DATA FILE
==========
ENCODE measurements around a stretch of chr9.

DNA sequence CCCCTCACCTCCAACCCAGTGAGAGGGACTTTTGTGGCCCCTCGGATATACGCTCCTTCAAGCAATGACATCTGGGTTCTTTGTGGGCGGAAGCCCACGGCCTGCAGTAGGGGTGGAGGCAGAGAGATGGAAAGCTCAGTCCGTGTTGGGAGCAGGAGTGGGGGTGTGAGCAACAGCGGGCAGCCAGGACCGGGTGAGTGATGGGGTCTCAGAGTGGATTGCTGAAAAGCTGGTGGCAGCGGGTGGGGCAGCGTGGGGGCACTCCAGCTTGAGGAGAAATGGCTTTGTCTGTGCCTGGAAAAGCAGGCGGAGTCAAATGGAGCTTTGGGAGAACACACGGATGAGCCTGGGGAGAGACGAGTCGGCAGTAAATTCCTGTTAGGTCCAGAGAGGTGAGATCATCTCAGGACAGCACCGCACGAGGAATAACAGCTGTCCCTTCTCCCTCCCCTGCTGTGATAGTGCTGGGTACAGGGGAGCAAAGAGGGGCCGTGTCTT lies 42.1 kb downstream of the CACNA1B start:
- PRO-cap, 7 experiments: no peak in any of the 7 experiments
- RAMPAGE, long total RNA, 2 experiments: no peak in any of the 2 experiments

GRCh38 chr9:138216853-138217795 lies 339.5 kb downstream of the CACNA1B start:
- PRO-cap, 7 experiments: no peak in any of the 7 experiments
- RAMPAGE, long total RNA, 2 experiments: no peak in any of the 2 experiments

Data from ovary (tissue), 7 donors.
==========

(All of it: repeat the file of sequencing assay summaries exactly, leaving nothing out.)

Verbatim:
ENCODE measurements around a stretch of chr9.

DNA sequence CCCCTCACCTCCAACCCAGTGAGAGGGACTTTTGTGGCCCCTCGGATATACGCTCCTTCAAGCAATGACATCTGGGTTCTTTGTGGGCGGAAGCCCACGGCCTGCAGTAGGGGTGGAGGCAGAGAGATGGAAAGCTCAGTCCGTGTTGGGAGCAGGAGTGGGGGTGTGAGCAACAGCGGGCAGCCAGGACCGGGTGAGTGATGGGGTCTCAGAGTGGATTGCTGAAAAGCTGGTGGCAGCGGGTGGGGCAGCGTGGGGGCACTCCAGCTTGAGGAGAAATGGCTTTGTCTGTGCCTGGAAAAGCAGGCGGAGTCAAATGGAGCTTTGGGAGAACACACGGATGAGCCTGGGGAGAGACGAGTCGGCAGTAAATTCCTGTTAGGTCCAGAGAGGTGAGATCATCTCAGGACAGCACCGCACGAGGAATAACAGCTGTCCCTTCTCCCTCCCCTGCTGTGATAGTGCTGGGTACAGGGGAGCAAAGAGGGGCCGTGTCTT lies 42.1 kb downstream of the CACNA1B start:
- PRO-cap, 7 experiments: no peak in any of the 7 experiments
- RAMPAGE, long total RNA, 2 experiments: no peak in any of the 2 experiments

GRCh38 chr9:138216853-138217795 lies 339.5 kb downstream of the CACNA1B start:
- PRO-cap, 7 experiments: no peak in any of the 7 experiments
- RAMPAGE, long total RNA, 2 experiments: no peak in any of the 2 experiments

Data from ovary (tissue), 7 donors.